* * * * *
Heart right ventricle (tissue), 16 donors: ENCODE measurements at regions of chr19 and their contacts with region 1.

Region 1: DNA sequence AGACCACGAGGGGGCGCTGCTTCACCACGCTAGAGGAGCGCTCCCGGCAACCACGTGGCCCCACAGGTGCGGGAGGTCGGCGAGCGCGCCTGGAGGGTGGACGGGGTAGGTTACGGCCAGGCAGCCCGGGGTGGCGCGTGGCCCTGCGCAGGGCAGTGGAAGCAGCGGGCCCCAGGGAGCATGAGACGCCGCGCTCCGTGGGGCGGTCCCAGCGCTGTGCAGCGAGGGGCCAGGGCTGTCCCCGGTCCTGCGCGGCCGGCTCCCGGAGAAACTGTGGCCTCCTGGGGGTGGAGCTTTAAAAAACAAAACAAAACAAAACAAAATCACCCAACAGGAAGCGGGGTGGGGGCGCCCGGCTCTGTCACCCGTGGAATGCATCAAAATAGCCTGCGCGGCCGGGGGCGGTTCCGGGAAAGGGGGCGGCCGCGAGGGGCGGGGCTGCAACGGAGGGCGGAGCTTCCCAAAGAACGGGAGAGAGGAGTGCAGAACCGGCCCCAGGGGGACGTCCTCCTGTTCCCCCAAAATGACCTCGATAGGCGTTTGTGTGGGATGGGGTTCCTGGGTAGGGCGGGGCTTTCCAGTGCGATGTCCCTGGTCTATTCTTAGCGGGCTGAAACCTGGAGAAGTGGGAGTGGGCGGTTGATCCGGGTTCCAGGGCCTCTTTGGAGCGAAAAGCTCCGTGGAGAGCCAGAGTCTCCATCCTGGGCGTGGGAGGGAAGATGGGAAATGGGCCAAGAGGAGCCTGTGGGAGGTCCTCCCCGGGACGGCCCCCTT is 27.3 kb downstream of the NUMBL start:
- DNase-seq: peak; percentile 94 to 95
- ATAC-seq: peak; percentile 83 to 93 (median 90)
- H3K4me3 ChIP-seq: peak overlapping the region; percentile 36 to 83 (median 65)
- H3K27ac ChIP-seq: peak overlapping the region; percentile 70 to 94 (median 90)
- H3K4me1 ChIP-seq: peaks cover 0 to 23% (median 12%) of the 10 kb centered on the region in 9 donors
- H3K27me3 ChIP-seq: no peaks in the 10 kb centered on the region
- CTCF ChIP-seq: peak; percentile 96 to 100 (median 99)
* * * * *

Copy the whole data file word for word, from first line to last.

Heart right ventricle (tissue), 16 donors: ENCODE measurements at regions of chr19 and their contacts with region 1.

Region 1: DNA sequence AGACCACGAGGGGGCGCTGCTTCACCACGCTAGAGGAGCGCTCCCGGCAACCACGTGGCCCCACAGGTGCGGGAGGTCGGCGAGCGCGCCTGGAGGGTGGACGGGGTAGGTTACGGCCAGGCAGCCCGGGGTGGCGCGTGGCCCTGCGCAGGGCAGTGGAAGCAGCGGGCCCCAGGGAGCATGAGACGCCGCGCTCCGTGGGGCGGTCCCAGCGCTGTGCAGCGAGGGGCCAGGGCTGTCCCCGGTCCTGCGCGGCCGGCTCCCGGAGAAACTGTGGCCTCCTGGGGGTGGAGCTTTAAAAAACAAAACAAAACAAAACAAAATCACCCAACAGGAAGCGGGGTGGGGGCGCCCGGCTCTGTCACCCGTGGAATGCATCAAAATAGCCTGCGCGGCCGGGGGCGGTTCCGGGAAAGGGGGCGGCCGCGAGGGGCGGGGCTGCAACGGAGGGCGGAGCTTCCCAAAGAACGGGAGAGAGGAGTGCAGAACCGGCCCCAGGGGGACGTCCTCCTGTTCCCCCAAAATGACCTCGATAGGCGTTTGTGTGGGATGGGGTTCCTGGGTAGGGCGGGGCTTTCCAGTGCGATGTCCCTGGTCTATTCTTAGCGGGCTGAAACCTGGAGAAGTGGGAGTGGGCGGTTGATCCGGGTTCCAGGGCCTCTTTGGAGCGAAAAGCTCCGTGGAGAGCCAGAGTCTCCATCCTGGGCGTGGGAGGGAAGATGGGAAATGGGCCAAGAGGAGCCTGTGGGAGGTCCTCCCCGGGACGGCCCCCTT is 27.3 kb downstream of the NUMBL start:
- DNase-seq: peak; percentile 94 to 95
- ATAC-seq: peak; percentile 83 to 93 (median 90)
- H3K4me3 ChIP-seq: peak overlapping the region; percentile 36 to 83 (median 65)
- H3K27ac ChIP-seq: peak overlapping the region; percentile 70 to 94 (median 90)
- H3K4me1 ChIP-seq: peaks cover 0 to 23% (median 12%) of the 10 kb centered on the region in 9 donors
- H3K27me3 ChIP-seq: no peaks in the 10 kb centered on the region
- CTCF ChIP-seq: peak; percentile 96 to 100 (median 99)